What Is Talent Acquisition Telling Us?

What Is Talent Acquisition Telling Us?

The FIRM has recently released their Annual Membership Survey for 2015/2016 and, as ever, it makes for very interesting reading.

205 in-house talent acquisition heads and senior resourcers from some of the world’s leading companies completed the survey, which asked them a variety of questions around talent acquisition structure, future talent, attraction, sourcing, tech, future challenges and so on. I thought it would be interesting to pick out some of the key findings and examine what talent acquisition is telling us.

The top two talent acquisition priorities of respondents for next year are direct sourcing (51%) and building talent pools (45%). It is no surprise then, that 84% of respondents said that they use LinkedIn as one of their main candidate sourcing channels and 67% revealed that they do not outsource any part of the recruitment process and keep all procedures in-house.

That said, 61% still don’t have a separate sourcing function.

Interestingly, 56% of respondents answered ‘agency’ to the candidate sourcing channels question, which surprises me a little (though I have nothing against recruitment agencies, especially the good ones) given the strong focus on direct sourcing and keeping external spend on placement fees to a minimum (31% work with an annual budget of £250k or below); two key factors for the majority of senior talent acquisition heads that I know and work with.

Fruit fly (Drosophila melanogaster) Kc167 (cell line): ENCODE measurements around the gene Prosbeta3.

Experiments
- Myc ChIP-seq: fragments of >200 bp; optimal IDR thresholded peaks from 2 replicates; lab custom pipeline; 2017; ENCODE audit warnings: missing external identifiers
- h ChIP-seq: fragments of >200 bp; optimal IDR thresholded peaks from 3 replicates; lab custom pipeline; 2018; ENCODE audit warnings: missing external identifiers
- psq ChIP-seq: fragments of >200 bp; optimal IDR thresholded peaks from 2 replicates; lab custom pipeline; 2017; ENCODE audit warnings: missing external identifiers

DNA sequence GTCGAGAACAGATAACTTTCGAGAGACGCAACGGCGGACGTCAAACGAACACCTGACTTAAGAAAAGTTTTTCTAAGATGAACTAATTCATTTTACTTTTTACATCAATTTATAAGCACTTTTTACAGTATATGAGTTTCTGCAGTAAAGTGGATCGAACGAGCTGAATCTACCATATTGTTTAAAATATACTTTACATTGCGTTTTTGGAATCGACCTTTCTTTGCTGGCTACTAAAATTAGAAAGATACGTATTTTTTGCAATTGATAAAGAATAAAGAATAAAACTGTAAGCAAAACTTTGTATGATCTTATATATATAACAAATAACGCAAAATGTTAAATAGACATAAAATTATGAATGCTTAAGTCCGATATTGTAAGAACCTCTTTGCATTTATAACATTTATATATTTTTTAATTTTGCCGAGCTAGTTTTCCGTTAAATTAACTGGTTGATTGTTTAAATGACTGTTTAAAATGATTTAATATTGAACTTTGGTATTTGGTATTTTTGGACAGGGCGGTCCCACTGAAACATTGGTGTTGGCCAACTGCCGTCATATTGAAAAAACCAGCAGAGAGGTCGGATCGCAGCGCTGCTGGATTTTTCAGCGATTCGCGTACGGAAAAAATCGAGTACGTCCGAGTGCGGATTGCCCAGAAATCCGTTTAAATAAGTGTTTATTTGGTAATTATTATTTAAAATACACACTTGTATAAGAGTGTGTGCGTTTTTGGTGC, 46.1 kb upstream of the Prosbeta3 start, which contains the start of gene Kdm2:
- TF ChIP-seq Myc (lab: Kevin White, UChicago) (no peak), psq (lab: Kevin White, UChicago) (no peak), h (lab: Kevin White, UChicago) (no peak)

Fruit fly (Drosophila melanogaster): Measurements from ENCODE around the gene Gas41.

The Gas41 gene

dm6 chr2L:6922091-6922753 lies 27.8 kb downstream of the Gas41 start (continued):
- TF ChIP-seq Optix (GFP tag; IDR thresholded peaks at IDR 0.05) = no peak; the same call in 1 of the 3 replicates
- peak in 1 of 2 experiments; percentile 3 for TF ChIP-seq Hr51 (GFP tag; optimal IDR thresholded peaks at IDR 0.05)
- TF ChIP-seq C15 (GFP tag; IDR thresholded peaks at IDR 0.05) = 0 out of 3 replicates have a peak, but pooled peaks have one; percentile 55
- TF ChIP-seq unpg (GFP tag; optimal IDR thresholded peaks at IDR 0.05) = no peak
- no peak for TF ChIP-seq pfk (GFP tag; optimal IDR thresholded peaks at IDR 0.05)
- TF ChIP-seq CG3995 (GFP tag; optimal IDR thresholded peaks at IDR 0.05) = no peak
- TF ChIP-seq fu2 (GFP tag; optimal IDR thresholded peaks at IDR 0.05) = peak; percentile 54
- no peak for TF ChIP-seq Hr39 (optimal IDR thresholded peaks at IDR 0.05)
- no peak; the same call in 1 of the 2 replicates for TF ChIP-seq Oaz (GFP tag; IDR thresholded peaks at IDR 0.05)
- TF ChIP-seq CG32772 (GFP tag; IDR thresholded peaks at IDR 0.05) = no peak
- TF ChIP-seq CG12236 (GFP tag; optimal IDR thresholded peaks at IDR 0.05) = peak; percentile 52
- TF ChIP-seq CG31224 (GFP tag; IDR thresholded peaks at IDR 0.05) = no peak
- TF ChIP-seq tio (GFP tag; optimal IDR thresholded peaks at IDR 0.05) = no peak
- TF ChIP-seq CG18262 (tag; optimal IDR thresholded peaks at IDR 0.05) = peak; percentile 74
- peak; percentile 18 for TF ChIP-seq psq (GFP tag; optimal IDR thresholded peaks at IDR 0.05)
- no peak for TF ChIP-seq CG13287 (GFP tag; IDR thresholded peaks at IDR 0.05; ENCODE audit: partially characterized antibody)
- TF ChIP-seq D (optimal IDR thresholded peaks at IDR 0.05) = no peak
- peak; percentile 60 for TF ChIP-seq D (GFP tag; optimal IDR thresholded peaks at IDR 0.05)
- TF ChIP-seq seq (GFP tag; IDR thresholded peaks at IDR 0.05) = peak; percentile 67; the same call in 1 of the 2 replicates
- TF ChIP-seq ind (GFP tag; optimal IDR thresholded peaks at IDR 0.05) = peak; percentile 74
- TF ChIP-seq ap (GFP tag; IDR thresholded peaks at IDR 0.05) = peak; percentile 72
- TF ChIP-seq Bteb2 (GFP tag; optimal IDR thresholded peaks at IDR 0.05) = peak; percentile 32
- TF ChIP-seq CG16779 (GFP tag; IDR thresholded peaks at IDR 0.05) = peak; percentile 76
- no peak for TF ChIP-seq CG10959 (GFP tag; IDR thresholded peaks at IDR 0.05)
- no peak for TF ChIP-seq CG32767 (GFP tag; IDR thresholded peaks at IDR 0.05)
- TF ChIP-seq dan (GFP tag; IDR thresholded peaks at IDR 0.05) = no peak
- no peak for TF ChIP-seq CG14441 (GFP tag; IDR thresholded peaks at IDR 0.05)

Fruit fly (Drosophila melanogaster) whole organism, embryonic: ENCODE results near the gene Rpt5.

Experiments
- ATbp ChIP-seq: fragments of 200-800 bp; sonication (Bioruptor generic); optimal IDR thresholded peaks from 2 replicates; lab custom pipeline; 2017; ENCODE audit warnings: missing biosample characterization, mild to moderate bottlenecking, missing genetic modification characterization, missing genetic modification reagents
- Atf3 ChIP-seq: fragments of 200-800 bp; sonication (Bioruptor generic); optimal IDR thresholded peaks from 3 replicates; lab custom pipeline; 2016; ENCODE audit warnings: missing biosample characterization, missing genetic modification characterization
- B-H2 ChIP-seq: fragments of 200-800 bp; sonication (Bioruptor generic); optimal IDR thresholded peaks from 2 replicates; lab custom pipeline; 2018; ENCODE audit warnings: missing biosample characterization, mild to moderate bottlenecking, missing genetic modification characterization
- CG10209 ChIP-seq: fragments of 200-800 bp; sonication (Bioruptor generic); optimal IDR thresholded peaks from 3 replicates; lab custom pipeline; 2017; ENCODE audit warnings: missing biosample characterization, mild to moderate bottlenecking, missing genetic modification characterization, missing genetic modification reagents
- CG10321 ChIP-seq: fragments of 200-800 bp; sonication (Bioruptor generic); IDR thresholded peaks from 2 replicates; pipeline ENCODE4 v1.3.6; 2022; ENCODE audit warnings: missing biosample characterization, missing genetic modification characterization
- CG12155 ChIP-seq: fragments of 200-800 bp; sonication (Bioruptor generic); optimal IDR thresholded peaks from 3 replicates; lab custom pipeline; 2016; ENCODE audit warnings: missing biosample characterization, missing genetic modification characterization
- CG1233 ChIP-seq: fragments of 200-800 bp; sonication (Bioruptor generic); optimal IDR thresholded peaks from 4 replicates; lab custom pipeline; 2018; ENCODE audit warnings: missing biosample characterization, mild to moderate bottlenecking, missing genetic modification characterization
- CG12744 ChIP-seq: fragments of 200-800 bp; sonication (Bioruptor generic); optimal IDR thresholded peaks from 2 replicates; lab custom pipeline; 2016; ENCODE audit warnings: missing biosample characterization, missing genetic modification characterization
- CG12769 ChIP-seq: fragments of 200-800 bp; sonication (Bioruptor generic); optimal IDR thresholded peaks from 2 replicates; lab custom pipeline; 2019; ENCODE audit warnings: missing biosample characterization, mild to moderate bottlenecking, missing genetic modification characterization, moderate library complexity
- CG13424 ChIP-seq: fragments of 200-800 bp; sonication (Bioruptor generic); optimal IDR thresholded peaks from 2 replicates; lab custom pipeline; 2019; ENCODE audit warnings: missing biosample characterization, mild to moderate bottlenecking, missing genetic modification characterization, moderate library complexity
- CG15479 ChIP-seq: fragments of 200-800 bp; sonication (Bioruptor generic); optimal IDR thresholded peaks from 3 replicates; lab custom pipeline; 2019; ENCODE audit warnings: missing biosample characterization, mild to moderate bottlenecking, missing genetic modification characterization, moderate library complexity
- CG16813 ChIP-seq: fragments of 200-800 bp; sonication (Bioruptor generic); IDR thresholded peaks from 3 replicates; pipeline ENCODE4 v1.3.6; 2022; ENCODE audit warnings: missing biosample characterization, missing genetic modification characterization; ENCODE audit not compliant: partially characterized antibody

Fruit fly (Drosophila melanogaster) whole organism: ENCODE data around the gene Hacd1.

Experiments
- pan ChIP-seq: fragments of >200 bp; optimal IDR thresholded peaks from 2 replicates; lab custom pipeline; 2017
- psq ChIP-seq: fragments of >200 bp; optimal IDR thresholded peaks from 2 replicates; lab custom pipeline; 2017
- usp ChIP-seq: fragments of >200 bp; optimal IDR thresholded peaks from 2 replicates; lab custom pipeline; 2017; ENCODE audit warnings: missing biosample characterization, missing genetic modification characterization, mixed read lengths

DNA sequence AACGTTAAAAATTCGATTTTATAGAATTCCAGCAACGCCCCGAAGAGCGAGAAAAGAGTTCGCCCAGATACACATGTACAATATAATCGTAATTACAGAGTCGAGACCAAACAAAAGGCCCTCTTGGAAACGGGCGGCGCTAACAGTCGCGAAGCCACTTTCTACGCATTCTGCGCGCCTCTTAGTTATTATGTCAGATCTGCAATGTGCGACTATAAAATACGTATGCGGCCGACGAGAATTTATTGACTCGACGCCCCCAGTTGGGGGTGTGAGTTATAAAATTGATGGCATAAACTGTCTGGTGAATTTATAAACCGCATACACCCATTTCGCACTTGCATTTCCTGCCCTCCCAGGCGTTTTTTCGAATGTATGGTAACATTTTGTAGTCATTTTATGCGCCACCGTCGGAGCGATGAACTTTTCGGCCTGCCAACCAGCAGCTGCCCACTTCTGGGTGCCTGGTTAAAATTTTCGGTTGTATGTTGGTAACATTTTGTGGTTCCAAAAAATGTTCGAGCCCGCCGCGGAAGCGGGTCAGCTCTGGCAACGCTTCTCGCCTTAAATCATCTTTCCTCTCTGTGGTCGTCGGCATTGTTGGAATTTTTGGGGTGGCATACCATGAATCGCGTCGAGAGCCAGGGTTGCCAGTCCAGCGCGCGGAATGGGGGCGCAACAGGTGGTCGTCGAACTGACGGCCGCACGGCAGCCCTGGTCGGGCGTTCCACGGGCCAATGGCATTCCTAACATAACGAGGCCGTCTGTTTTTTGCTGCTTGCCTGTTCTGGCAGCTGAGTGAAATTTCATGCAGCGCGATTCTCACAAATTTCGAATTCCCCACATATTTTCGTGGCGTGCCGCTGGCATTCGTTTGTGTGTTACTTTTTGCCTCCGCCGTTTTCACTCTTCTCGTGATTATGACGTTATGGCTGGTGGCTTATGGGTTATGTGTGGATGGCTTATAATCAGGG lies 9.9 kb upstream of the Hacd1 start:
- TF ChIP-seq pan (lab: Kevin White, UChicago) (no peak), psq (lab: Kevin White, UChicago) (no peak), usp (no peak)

By far and away the most fascinating set of statistics were these:

  • 61% will see an increase in the level of recruitment activity in 2016 (between 10% and 25%) compared to last year
  • 52% manage or work in talent acquisition teams of five people or less
  • 49% manage between 21 and 100 requisitions at any given time

 

Startling enough data when each one is viewed in isolation, but it’s when all three are considered as a collective that the real issue comes to the fore. What the in-house talent acquisition community is telling us here is that (a) they’ll have more work to do next year, with (b) teams that aren’t big enough to cope with (c) the number of requisitions they already have to deal with, let alone next year’s increase in both roles to fill and general activity.

If (a) is true and (c) does get worse next year, then (b) really needs to be looked at. But, in a world where budgets are likely to stay the same (at best) and Heads of Talent Acquisition or Resourcing Directors don’t have the luxury of simply adding new recruits to their team just because they need them, it’s more than likely that most talent acquisition/resourcing teams will have to work harder, smarter, quicker (and all those other nasty words that come down from the boardroom…) simply to stand still. Not great.

Interesting times ahead for the in-house talent acquisition community, it seems.

 

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